The Science Behind Sinkholes

by Michael Mosher on February 19, 2013

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Something that can only be described as ‘really freaky’ happened last week near a subway construction site in Guangzhou, China’s third largest city. At first, local residents complained of loud, cracking sounds emanating from the earth; a few also reported minor tremors. Then, a little after 4pm, a building suddenly collapsed below the street. The culprit — a massive sinkhole that covered roughly 3,200 square feet and stretched more than 10 meters deep. Authorities scrambled to evacuate apartments and office buildings, and no deaths or injuries were reported. However, it was too late to save the buildings; three more structures plummeted into the sinkhole later that evening. The alarming video footage below was posted by NBC News.

Terrifying, yes, but certainly not unprecedented. Two years ago, a 70-foot sinkhole in Leesburg, Fla., claimed a beauty shop, a corner store, a dumpster and an oak tree. Another stateside sinkhole — this time in Ohio — was discovered last November, but not before it swallowed a sizable section of state highway. And in 2010, a 20-meter sinkhole appeared in a housing development in Schmalkalden, Germany, forcing 25 residents to relocate and destroying one automobile.

Sinkholes — which are also known as sinks, swallets, and cenotes — have appeared across the globe in all shapes and sizes, but they are particularly common in China. They occur when layers of soluble bedrock dissolve and collapse — a naturally occurring phenomenon known as a ‘karst process’. However, the size of sinkholes is greatly exacerbated by human activities, such as subterranean drilling or pumping, drainage diversion, or, in this most recent case, subway construction. Underground structures also play a role; in Beijing, where numerous bomb shelters have been installed over the years, nearly 300 sinkholes were reported between 2007 and 2009, and severe flooding last summer caused 99 sinkholes to appear in a span of just three weeks.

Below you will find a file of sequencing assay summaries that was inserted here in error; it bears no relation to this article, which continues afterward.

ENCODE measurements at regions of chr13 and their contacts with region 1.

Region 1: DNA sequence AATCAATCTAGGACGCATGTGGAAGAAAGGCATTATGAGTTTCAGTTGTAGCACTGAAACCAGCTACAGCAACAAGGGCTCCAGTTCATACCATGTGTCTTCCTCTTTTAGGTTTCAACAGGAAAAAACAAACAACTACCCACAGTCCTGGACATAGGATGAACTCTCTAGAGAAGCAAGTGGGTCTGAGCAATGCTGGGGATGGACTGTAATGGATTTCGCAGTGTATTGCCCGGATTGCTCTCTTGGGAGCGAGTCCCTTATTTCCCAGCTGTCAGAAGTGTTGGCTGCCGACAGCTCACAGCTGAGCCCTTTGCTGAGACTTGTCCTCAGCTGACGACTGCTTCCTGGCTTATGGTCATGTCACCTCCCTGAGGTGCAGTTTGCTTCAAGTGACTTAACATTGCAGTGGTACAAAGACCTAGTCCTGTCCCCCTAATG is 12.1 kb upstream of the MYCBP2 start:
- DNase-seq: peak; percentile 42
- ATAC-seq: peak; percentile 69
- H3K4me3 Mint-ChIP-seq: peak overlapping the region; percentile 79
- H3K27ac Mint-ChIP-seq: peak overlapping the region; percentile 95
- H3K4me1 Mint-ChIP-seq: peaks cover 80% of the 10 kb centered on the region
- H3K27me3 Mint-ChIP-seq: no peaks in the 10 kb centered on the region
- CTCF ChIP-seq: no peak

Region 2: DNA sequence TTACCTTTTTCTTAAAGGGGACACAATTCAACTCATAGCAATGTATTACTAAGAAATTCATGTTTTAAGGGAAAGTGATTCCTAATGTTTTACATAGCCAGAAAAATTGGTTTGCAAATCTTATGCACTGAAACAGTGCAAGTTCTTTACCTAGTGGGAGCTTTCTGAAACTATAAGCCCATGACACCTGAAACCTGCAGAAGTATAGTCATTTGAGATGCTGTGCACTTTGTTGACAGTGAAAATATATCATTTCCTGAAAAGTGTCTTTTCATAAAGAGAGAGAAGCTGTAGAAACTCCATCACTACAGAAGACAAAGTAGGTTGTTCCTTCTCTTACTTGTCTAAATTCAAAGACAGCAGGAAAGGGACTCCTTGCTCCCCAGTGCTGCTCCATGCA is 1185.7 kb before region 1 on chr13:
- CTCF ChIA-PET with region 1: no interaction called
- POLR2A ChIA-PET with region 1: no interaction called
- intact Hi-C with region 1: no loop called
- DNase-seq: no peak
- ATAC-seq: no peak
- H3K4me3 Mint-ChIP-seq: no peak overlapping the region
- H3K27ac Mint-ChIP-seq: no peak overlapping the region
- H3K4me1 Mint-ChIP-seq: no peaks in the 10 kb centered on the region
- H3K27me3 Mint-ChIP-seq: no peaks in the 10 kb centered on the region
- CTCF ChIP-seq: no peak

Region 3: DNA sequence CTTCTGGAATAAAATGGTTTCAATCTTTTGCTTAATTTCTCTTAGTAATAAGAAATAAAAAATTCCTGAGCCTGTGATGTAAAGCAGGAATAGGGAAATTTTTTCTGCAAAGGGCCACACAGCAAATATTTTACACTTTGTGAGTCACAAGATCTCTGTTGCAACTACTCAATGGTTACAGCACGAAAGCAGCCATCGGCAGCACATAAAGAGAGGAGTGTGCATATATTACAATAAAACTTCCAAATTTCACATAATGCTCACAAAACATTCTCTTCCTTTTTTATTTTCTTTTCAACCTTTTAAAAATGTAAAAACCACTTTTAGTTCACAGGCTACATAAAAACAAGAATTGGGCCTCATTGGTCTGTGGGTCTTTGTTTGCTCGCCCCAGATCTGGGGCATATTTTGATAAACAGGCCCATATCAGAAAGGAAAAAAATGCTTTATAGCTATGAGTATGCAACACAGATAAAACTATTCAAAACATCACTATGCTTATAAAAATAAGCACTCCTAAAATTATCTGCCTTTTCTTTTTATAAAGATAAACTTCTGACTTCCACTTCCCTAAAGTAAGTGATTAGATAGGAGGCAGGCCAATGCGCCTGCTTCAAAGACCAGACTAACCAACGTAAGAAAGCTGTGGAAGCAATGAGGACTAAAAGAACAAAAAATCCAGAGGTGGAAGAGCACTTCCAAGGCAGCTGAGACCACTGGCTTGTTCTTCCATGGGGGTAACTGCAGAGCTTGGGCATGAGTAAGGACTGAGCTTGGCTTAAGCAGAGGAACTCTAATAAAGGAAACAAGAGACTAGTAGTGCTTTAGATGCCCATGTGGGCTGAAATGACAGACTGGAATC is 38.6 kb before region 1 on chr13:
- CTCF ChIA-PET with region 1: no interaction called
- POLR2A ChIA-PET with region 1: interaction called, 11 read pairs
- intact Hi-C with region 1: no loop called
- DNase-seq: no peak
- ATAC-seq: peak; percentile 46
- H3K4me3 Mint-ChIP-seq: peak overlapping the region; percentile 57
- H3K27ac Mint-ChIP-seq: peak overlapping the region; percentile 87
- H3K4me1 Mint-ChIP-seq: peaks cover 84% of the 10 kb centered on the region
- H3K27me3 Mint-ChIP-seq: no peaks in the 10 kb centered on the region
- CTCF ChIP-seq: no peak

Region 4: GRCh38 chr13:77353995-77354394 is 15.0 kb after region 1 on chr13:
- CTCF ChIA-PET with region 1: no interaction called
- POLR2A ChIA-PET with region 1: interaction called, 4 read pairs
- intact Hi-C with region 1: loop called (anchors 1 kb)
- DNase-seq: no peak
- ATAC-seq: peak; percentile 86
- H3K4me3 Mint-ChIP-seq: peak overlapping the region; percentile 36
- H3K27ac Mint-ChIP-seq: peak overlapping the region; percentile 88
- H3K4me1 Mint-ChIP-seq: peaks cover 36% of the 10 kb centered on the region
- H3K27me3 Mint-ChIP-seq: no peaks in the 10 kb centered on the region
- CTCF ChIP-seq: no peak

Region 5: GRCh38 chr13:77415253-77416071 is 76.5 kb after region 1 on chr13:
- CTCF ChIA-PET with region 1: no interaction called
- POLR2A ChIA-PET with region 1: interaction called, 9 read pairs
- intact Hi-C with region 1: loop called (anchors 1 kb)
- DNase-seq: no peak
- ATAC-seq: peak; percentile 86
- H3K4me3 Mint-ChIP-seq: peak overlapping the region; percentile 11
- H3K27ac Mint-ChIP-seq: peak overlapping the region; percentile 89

David Weary, a research geologist with the U.S. Geological Survey, told ABC News that areas with heavy rainfall are particularly susceptible to sinkholes. ”Usually you get a collapse because something occurred that transported the material, creating the void that the sinkhole falls into,” he said. “If there’s a cave underground filled with soil and sediment and you get an episode of high rainfall or a change in groundwater flow, the dirt that filled the void will be hollowed. Once it hollows out close to the ground surface, it becomes thin enough that it can’t support what is on top of it and it falls in.”

Sinkholes are always destructive, and in some cases they have also proven deadly. A woman in Beijing was killed last April after the sidewalk beneath her feet collapsed and she fell into a subterranean pool of boiling water; a rescue crew was able to extract the woman, but 99 percent of her body was burned and she later succumbed to oxygen failure. Two more people were killed by a sinkhole in the Chinese city of Harbin four months later. And in 2010, a sinkhole in Guatemala swallowed a three-story factory and claimed the life of a security guard working inside the building.

So, how do we protect ourselves from cavernous depressions that seemingly appear out of nowhere?  According to a report by Florida’s Suwannee River Water Management District (which has recorded its fair share of sinkholes), there are a few warning signs. These include:

  • Newly exposed fence posts, structural foundations or tree roots
  • Doors and windows that will not close properly
  • Fresh cracks in walls, floors, and pavement
  • Ponds that suddenly appear after a rainstorm
  • Patches of land where vegetation appears to be wilting
  • Well water with large traces of mud or silt

And just so we’re clear — if you see a sinkhole, it’s in your best interest to contact your county emergency management coordinator, and then get the hell out of Dodge. If the sinkhole is in your backyard, you may want to quickly rope off the area since you’ll be liable for any injuries that occur on your property — but in doing so, keep your distance. “Don’t get near the edge because commonly, the void underneath it is bell-shaped, so it’s really unsafe to be anywhere near the edge in case it continues to collapse,” Weary said.

Full article…here

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